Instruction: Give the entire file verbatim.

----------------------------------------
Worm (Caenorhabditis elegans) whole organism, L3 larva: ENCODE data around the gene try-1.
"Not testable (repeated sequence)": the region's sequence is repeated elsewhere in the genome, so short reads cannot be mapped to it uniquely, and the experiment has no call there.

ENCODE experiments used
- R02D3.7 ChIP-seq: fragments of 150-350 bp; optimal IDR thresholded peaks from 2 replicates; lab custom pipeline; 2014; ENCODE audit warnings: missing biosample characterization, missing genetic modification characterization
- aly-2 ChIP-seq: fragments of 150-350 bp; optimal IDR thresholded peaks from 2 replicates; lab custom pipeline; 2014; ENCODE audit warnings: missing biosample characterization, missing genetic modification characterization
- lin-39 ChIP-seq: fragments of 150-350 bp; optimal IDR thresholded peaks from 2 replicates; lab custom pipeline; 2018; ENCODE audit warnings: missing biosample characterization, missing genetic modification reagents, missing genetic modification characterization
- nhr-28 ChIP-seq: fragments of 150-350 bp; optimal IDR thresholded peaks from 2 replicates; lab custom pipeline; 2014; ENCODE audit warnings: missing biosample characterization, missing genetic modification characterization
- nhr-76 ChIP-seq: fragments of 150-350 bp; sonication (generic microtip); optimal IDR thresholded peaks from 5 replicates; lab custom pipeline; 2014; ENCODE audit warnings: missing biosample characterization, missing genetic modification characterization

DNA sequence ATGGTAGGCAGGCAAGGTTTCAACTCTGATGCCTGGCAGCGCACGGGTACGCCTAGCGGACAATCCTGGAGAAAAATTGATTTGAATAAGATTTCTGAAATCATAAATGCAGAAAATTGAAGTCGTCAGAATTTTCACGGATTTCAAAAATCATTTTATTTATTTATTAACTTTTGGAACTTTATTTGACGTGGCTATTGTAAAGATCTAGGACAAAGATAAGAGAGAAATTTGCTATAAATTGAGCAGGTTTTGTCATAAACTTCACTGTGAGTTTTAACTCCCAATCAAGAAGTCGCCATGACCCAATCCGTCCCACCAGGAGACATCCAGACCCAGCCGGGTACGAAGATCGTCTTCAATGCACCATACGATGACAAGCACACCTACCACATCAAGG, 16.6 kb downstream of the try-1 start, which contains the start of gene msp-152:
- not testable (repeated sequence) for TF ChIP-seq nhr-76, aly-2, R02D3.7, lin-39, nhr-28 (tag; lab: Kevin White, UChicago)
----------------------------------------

Worm (Caenorhabditis elegans) whole organism, L3 larva: ENCODE data around the gene try-1.
"Not testable (repeated sequence)": the region's sequence is repeated elsewhere in the genome, so short reads cannot be mapped to it uniquely, and the experiment has no call there.

ENCODE experiments used
- R02D3.7 ChIP-seq: fragments of 150-350 bp; optimal IDR thresholded peaks from 2 replicates; lab custom pipeline; 2014; ENCODE audit warnings: missing biosample characterization, missing genetic modification characterization
- aly-2 ChIP-seq: fragments of 150-350 bp; optimal IDR thresholded peaks from 2 replicates; lab custom pipeline; 2014; ENCODE audit warnings: missing biosample characterization, missing genetic modification characterization
- lin-39 ChIP-seq: fragments of 150-350 bp; optimal IDR thresholded peaks from 2 replicates; lab custom pipeline; 2018; ENCODE audit warnings: missing biosample characterization, missing genetic modification reagents, missing genetic modification characterization
- nhr-28 ChIP-seq: fragments of 150-350 bp; optimal IDR thresholded peaks from 2 replicates; lab custom pipeline; 2014; ENCODE audit warnings: missing biosample characterization, missing genetic modification characterization
- nhr-76 ChIP-seq: fragments of 150-350 bp; sonication (generic microtip); optimal IDR thresholded peaks from 5 replicates; lab custom pipeline; 2014; ENCODE audit warnings: missing biosample characterization, missing genetic modification characterization

DNA sequence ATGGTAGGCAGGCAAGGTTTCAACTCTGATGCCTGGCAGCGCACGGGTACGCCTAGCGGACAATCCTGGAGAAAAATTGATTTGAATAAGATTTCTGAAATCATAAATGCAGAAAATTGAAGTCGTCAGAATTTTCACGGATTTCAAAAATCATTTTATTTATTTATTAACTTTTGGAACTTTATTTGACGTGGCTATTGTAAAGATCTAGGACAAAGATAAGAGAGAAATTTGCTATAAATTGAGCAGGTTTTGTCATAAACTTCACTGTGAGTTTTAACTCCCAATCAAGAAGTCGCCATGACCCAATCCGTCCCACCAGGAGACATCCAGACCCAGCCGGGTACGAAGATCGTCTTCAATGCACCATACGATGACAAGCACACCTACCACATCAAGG, 16.6 kb downstream of the try-1 start, which contains the start of gene msp-152:
- not testable (repeated sequence) for TF ChIP-seq nhr-76, aly-2, R02D3.7, lin-39, nhr-28 (tag; lab: Kevin White, UChicago)